By KHRISNA VIRGIL
Tribune Staff Reporter
ANITA Collie Pratt “cried out to God” and then prepared herself to die inside her home as Hurricane Joaquin relentlessly beat down on Acklins, leaving a path of destruction. And just as she had accepted this fate, Ms Pratt heard knocks on her door from three rescuers who had to wade through chest high water to remove her from the submerged home.
Ms Pratt, the island’s deputy chief administrator, said 80 per cent of Acklins has been destroyed from the monster storm.
She spoke to The Tribune during an interview at the island’s airport.
Several settlements remain inaccessible while others are without telephone service, which has made communication with the outside world virtually impossible.
The Tribune accompanied the leader of the Free National Movement Dr Hubert Minnis, FNM Deputy Leader Peter Turnquest, and party Chairman Michael Pintard on an assessment tour of the hard hit island. The group also visited Crooked Island and San Salvador.
Houses there have been completely destroyed with many residents saying they have not been able to salvage any of their belongings.
While some portions of the roads were ripped up by violent waves, other parts were completely covered in debris and boulders.
The island resembled a wasteland, with vegetation and shrubs damaged by seawater and Hurricane Joaquin’s violent winds.
Ms Pratt said: “I put my hands on my door and I started to pray and I cried out to God to either save me or if I have to go this way I am ready to go.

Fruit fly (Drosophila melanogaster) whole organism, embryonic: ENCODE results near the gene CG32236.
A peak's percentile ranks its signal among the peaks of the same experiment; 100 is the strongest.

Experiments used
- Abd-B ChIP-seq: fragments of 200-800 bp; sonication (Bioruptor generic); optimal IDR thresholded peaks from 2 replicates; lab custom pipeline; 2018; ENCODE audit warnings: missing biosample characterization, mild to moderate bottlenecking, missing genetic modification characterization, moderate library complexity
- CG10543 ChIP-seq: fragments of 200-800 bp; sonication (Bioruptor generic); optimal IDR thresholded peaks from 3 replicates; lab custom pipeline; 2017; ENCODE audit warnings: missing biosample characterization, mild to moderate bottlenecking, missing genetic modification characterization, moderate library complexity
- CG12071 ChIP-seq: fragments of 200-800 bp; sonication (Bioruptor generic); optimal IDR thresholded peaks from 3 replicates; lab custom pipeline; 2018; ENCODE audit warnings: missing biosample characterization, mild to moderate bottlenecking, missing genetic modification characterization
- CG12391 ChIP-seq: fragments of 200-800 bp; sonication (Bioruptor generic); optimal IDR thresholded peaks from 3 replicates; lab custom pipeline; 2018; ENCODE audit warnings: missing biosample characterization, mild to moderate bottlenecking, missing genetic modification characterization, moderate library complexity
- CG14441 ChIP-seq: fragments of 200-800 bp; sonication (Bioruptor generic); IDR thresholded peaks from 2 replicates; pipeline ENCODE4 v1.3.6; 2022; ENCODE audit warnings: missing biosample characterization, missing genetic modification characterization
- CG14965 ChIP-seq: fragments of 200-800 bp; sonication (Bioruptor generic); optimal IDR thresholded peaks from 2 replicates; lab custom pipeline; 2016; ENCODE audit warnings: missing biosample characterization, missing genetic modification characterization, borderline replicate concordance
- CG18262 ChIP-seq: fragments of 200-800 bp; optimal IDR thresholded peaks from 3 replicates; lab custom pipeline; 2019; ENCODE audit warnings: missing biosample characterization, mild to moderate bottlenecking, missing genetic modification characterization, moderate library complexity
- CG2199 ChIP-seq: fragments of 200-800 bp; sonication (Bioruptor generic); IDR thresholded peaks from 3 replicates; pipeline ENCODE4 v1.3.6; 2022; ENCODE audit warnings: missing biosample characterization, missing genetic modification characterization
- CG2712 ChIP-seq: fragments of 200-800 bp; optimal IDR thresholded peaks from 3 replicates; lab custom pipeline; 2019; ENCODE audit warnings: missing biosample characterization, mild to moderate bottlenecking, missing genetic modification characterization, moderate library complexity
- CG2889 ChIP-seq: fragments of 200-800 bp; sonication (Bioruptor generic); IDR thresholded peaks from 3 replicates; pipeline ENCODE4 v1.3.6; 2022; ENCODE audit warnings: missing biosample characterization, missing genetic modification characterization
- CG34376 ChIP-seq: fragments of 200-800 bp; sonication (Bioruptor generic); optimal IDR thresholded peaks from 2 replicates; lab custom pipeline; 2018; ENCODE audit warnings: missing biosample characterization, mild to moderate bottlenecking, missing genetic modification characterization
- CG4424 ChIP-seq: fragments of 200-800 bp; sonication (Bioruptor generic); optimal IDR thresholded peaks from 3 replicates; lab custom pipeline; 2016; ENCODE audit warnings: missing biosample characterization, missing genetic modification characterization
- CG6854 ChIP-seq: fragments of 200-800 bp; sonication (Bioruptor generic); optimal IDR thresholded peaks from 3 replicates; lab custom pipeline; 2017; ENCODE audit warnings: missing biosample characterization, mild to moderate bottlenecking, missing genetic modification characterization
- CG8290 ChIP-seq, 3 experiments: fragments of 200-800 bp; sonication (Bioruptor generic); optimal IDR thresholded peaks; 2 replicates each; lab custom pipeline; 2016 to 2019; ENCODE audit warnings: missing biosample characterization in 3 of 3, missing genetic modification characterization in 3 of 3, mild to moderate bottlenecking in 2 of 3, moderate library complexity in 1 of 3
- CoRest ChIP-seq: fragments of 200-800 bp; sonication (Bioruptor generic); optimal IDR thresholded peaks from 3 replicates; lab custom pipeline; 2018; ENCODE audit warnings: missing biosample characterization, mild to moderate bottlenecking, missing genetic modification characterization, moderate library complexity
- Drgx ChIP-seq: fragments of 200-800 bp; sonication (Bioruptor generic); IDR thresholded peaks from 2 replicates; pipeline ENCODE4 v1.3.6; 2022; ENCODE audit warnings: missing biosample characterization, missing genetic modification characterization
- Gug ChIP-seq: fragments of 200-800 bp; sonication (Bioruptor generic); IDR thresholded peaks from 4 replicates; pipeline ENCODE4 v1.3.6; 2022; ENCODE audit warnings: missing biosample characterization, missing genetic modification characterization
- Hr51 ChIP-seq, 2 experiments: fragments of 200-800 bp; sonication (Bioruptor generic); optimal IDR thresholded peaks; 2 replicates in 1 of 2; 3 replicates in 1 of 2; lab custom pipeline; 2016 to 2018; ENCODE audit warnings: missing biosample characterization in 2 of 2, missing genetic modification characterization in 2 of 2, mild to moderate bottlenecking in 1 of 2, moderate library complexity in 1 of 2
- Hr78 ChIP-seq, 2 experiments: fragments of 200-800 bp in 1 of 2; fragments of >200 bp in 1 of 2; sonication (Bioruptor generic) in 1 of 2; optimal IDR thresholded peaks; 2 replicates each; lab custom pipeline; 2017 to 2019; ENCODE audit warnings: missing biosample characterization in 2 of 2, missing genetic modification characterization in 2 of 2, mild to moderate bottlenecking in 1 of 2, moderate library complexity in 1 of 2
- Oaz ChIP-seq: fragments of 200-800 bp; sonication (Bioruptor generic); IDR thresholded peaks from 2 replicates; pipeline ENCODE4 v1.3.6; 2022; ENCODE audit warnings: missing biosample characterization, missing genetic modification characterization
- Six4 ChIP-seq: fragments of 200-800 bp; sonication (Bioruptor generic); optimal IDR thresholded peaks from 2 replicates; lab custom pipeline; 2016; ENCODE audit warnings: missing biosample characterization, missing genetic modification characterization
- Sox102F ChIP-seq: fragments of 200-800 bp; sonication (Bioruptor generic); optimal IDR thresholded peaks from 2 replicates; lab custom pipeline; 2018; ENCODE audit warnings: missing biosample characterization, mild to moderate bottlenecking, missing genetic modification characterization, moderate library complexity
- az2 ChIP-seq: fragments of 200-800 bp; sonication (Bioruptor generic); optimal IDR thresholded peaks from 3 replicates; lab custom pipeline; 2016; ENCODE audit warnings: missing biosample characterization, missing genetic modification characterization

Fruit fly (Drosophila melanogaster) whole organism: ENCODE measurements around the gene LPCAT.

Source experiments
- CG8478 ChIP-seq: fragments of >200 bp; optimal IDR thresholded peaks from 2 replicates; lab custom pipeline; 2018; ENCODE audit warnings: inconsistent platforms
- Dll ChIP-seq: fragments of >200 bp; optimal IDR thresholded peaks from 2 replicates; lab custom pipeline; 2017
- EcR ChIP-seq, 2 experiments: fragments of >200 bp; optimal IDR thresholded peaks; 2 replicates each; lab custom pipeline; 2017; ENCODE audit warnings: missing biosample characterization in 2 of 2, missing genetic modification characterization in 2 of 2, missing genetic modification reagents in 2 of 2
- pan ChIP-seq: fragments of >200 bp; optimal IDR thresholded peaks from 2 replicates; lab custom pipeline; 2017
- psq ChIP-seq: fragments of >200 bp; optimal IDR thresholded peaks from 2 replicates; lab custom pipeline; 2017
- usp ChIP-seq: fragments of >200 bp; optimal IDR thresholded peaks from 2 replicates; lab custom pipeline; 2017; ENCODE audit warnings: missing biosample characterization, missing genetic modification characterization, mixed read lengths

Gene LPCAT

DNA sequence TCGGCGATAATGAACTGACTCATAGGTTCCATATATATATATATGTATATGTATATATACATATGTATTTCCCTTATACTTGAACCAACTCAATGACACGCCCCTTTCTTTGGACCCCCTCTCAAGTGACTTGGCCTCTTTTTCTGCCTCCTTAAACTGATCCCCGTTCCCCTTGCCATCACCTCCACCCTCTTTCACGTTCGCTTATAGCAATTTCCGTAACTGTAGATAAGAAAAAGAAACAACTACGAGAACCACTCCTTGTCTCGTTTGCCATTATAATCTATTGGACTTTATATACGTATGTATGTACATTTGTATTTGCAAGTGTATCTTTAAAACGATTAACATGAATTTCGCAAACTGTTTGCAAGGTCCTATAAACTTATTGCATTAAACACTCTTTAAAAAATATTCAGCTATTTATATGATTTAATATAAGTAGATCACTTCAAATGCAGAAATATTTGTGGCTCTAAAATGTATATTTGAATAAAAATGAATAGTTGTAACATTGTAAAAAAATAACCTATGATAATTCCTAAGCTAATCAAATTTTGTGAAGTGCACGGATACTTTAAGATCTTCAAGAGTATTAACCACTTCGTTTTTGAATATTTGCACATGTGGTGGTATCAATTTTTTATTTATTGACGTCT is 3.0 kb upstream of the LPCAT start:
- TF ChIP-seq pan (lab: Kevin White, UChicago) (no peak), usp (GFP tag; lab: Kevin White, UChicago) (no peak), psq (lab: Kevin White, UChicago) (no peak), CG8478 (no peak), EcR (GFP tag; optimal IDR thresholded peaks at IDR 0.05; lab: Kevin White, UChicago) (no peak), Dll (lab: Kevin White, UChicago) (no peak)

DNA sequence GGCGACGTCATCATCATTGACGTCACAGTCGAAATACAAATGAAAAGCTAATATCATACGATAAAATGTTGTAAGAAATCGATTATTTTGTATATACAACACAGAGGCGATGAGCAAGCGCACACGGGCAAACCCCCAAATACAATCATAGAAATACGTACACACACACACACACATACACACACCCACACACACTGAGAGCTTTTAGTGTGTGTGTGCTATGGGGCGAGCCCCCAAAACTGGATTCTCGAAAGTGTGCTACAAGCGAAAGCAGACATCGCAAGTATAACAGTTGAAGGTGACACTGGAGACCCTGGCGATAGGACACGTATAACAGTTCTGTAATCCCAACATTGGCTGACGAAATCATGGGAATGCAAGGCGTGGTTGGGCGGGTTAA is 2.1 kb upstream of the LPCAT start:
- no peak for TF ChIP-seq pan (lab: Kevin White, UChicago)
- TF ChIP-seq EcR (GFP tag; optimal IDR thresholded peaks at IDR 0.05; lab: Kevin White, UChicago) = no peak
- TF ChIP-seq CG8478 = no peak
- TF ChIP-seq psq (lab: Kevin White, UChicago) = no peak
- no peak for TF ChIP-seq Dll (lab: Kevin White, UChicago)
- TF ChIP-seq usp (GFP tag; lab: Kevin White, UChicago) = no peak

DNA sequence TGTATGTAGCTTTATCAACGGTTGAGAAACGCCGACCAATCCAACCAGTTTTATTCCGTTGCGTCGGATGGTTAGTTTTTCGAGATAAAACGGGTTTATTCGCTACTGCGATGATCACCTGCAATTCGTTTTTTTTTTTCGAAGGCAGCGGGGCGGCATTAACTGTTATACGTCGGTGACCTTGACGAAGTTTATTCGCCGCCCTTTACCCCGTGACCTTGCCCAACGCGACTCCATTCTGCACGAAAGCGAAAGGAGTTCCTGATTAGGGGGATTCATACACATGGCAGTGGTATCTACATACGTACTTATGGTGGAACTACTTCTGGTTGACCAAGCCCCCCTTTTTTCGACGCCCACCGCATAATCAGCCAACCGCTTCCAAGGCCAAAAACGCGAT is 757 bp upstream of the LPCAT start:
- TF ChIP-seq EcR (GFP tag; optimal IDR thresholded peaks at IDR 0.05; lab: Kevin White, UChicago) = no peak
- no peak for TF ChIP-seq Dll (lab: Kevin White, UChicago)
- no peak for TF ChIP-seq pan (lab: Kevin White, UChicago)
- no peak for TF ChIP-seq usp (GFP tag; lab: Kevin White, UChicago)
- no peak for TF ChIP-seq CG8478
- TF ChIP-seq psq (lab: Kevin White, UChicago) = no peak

“I started to pack some clothes and I moved everything off the counter to be able to get on the counter to put up a ladder to get into the manhole.
“After a while I didn’t know what to do, I just got helpless and I realised that if no one came I would be left there.
“Then I heard knocking at the door and when I looked, there were three guys but the door couldn’t open so I opened the back door and when I got out there the water was under my breast.”
Another resident, Livingston Pratt, said his only escape from the severe flooding was to climb into the ceiling of his home where he stayed until he thought it was safe to come down. He said while most of his belongings were gone, he was still thankful to have made it out of the storm alive.
“When the hurricane came it happened really fast and the water was around my waist. The waves were so high the only thing I could do to try and beat it was to try and get in the roof,” the carpenter said.
“I wasn’t really scared but I was thinking that the waves were so high they would cause something to mash me into the building. Despite losing everything - all my clothes and documents - I am all right because I still have life.”
In Crooked Island, three sisters with seven children between them recalled the horrors of having gone to a shelter during the storm, but ultimately having to leave that structure after its roof was torn off.
Shenell Roberts, 24, Tonya Roberts, 25, and 27-year-old Takeisha Delancy said at one point they were forced to swim through three settlements to find food and water for their small children.
Holding back tears, they said they risked being jailed after breaking into an unoccupied home to find shelter.
The sisters and their children were airlifted to New Providence last night to receive medical attention.
The slow moving storm churned through the central and southern Bahamas last Thursday and Friday. In addition to damage in Acklins and Crooked Island, the storm left widespread destruction in Long Island, Rum Cay and San Salvador.
However, effects from the hurricane were felt as early Wednesday night in some areas. Joaquin brought storm surges and winds of more than 100 miles per hour, damaging buildings and uprooting utility poles.
Prime Minister Perry Christie has said it will cost tens of millions to repair the damage. Volunteers, charities and government agencies have been distributing aid to the victims, however a widespread rebuilding effort has not yet begun.